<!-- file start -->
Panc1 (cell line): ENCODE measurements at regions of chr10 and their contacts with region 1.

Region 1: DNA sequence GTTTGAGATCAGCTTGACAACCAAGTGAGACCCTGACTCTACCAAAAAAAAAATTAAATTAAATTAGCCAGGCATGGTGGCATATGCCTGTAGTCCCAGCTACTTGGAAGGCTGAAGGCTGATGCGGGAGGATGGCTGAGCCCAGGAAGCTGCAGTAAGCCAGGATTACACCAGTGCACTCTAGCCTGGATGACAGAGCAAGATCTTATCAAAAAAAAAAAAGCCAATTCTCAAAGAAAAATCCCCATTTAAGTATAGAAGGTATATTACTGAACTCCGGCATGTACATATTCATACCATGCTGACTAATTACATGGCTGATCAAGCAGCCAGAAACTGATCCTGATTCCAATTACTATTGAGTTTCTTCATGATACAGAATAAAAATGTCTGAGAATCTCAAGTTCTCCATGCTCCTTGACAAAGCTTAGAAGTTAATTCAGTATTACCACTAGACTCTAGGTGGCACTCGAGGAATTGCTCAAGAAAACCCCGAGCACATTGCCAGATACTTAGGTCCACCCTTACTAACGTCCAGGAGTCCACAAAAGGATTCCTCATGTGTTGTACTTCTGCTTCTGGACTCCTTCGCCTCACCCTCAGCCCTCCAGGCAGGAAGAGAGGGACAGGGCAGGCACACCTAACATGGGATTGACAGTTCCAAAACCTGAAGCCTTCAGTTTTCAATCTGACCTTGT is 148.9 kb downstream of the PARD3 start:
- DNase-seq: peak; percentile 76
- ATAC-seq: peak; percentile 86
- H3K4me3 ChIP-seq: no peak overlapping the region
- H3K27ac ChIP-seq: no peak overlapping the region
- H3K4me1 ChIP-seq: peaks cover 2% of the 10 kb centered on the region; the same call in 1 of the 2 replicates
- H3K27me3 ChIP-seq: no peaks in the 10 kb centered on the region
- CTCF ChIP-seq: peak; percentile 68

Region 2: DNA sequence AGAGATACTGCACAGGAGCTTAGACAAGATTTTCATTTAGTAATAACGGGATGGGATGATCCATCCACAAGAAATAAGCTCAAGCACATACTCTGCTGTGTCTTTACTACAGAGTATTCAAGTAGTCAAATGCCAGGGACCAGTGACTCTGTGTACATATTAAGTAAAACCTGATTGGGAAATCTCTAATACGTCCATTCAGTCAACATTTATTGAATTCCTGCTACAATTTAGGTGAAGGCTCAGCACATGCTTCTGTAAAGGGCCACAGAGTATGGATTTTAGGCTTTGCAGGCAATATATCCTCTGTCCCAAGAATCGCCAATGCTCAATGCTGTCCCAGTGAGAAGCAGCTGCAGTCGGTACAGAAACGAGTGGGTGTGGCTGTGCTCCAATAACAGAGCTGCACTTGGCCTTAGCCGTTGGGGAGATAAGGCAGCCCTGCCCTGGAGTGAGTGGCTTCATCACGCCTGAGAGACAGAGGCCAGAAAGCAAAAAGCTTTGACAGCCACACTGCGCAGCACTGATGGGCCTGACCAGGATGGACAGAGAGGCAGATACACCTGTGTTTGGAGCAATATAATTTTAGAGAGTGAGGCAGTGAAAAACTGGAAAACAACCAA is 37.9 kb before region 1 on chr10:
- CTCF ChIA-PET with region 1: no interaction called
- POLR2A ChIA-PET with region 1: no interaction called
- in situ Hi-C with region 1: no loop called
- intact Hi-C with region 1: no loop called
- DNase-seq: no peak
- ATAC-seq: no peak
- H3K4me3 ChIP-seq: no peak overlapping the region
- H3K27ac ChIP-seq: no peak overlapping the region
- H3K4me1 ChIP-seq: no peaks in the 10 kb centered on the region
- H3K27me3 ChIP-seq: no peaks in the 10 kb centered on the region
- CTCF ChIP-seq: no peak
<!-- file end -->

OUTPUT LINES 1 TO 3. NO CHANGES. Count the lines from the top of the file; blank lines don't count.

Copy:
Panc1 (cell line): ENCODE measurements at regions of chr10 and their contacts with region 1.

Region 1: DNA sequence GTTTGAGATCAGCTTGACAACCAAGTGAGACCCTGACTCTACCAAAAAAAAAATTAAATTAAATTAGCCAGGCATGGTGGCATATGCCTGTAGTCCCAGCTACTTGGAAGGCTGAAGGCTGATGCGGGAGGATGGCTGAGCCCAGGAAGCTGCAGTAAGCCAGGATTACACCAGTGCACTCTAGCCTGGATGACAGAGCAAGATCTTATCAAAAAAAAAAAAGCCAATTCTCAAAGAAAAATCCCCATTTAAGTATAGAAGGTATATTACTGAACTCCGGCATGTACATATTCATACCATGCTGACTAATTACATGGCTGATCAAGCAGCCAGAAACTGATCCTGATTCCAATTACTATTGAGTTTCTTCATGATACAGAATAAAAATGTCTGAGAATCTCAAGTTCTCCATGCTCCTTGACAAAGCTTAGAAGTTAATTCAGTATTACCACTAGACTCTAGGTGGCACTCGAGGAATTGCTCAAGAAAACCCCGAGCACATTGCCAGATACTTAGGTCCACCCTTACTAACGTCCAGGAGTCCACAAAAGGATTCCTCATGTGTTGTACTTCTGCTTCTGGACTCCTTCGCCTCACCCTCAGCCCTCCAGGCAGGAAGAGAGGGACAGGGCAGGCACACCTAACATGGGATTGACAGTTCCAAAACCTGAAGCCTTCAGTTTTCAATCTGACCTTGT is 148.9 kb downstream of the PARD3 start:
- DNase-seq: peak; percentile 76